How to Tell if You Have a Hedgehog in Your Garden
Hedgehogs are elusive creatures. Because they are nocturnal, you might not always know a hedgehog has taken up residence in your garden. If you suspect that a hedgehog might be wandering around your garden at night, look out for these tracks and signs:
Hedgehogs weigh around 1kg but they don’t leave footprints unless the ground is very soft. You could check muddy patches of the lawn and flowerbeds. Alternatively, set up your own footprint trap.
Prints are usually around 2.5cm long and 2.8cm wide. Both front and back feet have five toes but only four show up in tracks. Front footprints look like little handprints. Back footprints are longer and slimmer.
Hedgehog droppings are a sure fire sign you have hedgehogs in your garden. Their poo is usually quite dark in colour, due to their diet of beetles. And you may even be able to spot the exoskeletons of invertebrates packed within them. Droppings are usually found on their own and range in length from 15mm to 50mm.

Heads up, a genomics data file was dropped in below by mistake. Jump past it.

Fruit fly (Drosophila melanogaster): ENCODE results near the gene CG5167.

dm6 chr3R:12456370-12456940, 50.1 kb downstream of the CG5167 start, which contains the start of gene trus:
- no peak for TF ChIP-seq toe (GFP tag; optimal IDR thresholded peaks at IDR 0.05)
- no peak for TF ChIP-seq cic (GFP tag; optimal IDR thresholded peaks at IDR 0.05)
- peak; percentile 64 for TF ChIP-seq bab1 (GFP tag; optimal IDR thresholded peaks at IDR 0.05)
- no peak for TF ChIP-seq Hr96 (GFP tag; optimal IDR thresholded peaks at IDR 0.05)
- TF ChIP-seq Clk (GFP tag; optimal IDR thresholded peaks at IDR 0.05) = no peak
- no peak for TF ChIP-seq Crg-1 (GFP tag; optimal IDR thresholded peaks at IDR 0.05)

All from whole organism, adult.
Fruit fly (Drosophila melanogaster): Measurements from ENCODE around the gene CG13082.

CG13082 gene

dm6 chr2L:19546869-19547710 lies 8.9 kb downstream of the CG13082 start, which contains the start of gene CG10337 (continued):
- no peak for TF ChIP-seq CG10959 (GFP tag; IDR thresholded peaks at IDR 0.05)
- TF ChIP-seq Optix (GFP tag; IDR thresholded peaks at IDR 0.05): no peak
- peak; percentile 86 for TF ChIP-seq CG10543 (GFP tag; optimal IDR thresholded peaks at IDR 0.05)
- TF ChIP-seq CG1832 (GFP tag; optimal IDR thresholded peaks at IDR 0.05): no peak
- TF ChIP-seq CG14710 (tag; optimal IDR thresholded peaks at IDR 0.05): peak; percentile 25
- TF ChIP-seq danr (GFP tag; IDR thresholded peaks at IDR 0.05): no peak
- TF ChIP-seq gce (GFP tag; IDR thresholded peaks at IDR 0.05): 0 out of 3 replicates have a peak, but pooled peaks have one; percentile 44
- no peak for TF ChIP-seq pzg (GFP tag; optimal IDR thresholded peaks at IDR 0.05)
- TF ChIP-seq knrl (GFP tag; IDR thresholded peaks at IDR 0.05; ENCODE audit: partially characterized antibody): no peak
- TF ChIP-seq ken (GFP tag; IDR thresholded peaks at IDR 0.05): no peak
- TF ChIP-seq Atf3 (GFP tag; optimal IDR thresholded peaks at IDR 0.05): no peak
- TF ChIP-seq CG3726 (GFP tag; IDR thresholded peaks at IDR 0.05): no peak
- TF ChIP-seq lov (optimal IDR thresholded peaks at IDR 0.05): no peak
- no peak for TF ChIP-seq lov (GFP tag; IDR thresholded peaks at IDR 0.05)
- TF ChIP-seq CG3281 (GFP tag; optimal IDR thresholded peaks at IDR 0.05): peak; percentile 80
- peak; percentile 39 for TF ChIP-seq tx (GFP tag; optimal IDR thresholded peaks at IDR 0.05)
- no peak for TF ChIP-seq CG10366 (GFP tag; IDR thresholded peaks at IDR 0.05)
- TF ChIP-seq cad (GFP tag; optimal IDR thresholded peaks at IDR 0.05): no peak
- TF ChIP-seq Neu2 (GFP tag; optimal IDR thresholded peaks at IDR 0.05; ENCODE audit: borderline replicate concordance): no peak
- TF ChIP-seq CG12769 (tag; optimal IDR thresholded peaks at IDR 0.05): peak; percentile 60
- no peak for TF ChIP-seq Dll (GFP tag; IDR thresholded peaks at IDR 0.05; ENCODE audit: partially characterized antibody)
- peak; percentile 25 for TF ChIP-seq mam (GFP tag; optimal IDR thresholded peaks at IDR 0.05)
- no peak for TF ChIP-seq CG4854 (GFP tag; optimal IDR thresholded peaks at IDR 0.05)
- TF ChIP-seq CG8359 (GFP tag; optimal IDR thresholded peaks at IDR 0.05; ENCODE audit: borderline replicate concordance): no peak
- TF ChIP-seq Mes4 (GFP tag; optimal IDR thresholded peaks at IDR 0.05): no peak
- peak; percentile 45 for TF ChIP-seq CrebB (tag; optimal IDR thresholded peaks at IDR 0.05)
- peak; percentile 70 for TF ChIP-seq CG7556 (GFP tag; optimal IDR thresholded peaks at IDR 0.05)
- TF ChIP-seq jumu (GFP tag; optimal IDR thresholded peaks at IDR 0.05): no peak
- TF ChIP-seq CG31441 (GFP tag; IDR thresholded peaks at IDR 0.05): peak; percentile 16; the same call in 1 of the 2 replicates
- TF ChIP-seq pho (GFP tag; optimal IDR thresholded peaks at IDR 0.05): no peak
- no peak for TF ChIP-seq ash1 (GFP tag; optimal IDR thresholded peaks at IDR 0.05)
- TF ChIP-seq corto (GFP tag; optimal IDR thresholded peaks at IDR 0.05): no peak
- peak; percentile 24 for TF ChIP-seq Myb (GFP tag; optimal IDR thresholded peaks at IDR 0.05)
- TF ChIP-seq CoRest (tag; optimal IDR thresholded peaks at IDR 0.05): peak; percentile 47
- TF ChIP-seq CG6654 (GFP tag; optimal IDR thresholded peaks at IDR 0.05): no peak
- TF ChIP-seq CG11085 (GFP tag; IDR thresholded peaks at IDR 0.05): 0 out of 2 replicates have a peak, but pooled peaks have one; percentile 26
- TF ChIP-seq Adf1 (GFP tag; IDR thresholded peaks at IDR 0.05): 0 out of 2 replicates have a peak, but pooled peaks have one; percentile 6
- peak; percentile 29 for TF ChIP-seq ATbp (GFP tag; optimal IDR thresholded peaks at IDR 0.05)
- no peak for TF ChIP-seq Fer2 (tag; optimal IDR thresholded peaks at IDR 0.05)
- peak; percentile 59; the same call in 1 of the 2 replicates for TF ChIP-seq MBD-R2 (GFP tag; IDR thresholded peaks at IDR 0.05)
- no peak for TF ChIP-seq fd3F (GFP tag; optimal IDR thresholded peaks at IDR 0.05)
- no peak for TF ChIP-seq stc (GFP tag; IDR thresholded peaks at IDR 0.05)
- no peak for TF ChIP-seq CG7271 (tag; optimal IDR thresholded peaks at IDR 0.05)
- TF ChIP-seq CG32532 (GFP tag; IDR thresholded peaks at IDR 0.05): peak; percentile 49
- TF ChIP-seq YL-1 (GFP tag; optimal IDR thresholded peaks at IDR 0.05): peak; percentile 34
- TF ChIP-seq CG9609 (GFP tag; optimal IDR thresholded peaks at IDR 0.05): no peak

Hedgehogs leave a trail as they move around. Look for areas of your garden where small tunnels have been forged through the undergrowth. If you suspect a hedgehog has set up home in your garden log pile or compost heap, you could place a few large leaves over the entrance in the evening and check to see if they’re still in place the following morning.
Hedgehogs make more noise than you might think. If you go outside at night time and listen carefully, you may be able to hear snuffling and shuffling in the undergrowth. Spring is an especially good time to hear hedgehogs in your garden. During this season males can get quite loud as they fight over females.
Install a Camera
These days, it’s possible to buy a wildlife camera that will help you to spot nocturnal garden visitors from the comfort and warmth of your own home. Night vision and motion activated cameras help you to easily see which animals are roaming your garden at night.